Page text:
Super Size Me was no fiction
Eating too much fat really can throw your liver for a loop
By Deane Morrison
Published on May 5, 2005
A University of Minnesota study is the first to show that if you eat too much fat, it can go straight to your liver and damage it. Although the study was performed on people with liver disease, it should serve as a warning that this is what can happen to people who do what the star of "Super Size Me" did: eat too darn much fat and gain a lot of weight. In the study, which examined obese people with nonalcoholic fatty liver disease (NAFLD), fat from the diet ended up "stuck" in the liver, where it doesn't belong. It was known that the livers of NAFLD patients accumulated fat, but its origin was unknown. The new work implicates fat from the diet as one cause of NAFLD and shows that fat buildup in the liver results when the liver loses its ability to manage the various influxes of fat that occur during transitions between the fasted and fed states. Identifying the origins of accumulated fat in the livers of NAFLD patients will be important in preventing and reversing this condition, which can lead to more serious liver trouble. The work was published May 2 in the Journal of Clinical Investigation.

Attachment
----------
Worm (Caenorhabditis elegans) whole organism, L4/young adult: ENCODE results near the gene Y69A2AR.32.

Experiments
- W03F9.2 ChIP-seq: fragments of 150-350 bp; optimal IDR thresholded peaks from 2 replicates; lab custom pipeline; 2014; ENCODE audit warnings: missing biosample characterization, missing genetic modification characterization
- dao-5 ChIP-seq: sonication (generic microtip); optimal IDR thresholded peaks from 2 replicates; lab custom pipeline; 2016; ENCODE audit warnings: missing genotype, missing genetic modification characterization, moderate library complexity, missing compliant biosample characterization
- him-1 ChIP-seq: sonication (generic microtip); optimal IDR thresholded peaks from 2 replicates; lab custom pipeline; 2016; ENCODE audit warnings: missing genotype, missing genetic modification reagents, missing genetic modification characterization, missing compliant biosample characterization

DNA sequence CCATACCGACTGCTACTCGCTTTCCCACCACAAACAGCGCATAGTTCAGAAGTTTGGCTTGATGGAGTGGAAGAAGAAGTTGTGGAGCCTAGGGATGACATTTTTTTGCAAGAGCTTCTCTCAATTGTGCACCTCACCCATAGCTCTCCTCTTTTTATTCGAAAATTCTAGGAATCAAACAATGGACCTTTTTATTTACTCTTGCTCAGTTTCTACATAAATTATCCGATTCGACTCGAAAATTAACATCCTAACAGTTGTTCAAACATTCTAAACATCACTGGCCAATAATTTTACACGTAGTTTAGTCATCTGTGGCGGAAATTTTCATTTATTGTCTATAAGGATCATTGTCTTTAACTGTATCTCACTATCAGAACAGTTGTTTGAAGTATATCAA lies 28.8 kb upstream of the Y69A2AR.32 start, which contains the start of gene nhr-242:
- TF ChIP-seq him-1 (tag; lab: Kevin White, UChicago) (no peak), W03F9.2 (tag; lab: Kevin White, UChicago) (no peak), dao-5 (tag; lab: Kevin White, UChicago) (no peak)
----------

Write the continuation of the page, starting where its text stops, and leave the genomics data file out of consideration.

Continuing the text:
"For more than 20 years, the American Heart Association has recommended a moderate intake of fat-no more than 30 percent of total calories," says Parks. "[Yet] most low-carb diets are high in fat--up to 50 percent of calories.""This is the first scientific proof of dietary fat stored in the liver in humans," says Elizabeth Parks, an associate professor of human nutrition, who led a research team from the department of food science and nutrition and the Medical School. "In health, it's the liver's job to store glycogen--a storage form of carbohydrates--not fat." The clear implication is that too much dietary fat leads the liver to fail in its mission as the body's central shipping and receiving center for fat. No longer does it take in dietary fat, repackage it and send it on its way back out into the blood. Rather, in obesity, fat builds up in the liver. The fat comes both straight from the diet and also from sugars that the liver turns into fat. As a result, the liver functions poorly. In healthy people, about half the fat from a meal is burned for energy, and the rest is shunted to adipose tissue, where it is stored until needed during fasting. Very little fat is normally stored in the liver. Working with obese subjects who had NAFLD, Parks and her colleagues fed the subjects food containing fats labeled with deuterium, a rare but stable form of hydrogen that can be used to trace fats as they move through the body. The subjects were already scheduled for liver biopsies, and Parks' team gave the patients labeled fat for five days before their biopsy. The researchers analyzed the waste liver tissue from the biopsies and found that these patients' livers had globules of fat--about 20 percent of it from the diet. Furthermore, the liver's fat synthesis from dietary carbohydrates was also elevated. Once thought benign, fatty liver is now considered a component of a condition called metabolic syndrome, which occurs most often in overweight people and whose features include insulin resistance and cholesterol abnormalities. Fatty liver is also a precursor to the more advanced liver disease nonalcoholic steatohepatitis, which may progress to cirrhosis of the liver in up to 25 percent of patients, says Parks. "For more than 20 years, the American Heart Association has recommended a moderate intake of fat--no more than 30 percent of total calories," says Parks. "[Yet] most low-carb diets are high in fat--up to 50 percent of calories. "The bottom line is, this study is a clear implication that if one eats too much fat, as in the film 'Super Size Me,' fat becomes deposited in the liver. This leads to a kind of liver toxicity that would be good to avoid." The work was supported by the National Institutes of Health.